Lack of conviction that change is needed

It helps change advocates if the belief that change is needed is widespread within the organization. There are many reasons that may account for complacency, including a track record of success and the lack of any visible crisis. People are likely to react negatively to change when they feel that there is no need for the change. (Robbins. S. 2005)

Lack of clarity as to why what is expected sometimes proposed changes, particularly of a strategic nature, are not complements by clear information as to the specific implications at the level of action by individuals. A brilliant business strategy…is of little use unless people understand it well enough to apply it. The key point here is that the lack of supporting action is not due to antagonism toward the proposed change; it is due to the lack of a clear understanding of what such supportive action would look like. (Robbins. S. 2005)

Threat of comfort-Organizational changes can results in personal discomfort and make employee’s life more difficult. They make a transfer from the comfort of the status quo to discomfort of the new situation. Employees have skills to do an old job without some special attention to accomplishing the task. Each new task requires forgetfulness of the old methods of doing things and learning new one that lead to waste on energy, and causes appearing dissatisfaction; (Robbins. S. 2005)

Job’s security- Organizational change can eliminate some work places; can produce technological excess, layoffs and so on. Job’s security has a big impact on appearing resistance of those that will be covered with this process; (Robbins. S. 2005)

Reallocation of resources-With organizational changes, some groups, departments or sectors in the organization can receive more resources at the expense others. This manifests its self in terms of dissatisfaction in those who will lose some of their current resources. (Robbins. S. 2005)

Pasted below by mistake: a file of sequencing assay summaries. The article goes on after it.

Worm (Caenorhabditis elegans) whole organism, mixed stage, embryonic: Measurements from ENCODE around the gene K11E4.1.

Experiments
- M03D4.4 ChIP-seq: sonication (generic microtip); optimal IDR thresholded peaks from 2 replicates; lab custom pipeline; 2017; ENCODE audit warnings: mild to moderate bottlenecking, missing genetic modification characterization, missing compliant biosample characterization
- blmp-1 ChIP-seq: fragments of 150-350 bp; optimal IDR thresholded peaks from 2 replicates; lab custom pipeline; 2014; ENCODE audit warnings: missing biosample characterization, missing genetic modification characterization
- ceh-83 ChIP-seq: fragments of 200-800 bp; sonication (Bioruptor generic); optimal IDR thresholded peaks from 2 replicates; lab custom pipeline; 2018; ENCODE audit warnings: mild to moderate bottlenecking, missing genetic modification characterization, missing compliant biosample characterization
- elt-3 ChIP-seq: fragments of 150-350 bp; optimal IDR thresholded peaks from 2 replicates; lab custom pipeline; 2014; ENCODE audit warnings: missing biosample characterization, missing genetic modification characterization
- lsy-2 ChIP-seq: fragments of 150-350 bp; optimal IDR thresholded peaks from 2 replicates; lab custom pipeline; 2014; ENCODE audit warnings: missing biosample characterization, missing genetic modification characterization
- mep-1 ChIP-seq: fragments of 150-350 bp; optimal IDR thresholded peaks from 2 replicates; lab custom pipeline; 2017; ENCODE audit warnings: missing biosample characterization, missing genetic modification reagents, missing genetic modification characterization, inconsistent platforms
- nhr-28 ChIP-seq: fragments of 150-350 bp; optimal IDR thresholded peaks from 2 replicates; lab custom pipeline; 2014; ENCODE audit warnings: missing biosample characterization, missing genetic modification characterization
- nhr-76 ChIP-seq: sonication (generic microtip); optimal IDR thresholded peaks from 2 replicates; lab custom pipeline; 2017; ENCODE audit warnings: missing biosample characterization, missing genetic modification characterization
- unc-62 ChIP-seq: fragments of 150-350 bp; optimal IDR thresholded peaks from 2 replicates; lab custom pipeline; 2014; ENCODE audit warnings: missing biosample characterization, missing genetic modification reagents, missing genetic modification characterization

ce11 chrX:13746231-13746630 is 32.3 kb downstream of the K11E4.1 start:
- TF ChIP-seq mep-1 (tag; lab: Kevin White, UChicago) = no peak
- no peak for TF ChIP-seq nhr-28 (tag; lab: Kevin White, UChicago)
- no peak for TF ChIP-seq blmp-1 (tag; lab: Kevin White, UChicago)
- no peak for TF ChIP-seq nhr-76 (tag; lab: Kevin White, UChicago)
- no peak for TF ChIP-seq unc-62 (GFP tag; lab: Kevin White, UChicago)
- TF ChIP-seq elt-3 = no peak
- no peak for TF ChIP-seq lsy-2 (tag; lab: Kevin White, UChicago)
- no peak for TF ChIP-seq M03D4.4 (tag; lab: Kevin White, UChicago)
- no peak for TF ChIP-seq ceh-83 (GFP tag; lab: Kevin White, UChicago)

Different evaluation and perception-Different evaluation and perception can affect the organizational changes if there are persons who consider the proposed changes as a bad idea. Because of that they are resistant to those changes. (Robbins. S. 2005)

Fear of unknown- Organizational change can lead to uncertainty and some dose of fear. It is normal people to feel fear of uncertainty. When employees are feeling uncertain of a process of transformation, they think that changes are something dangerous. This uncertainty affects organizational members to resist the proposed change; (Robbins. S. 2005)

Previous Experience- All employees already have some experience with a previous organizational change process and know that this process is not easy. That experience can tell him that more change processes in the past have been unsuccessful and it affects on appearing resistance to organizational change; (Robbins. S. 2005)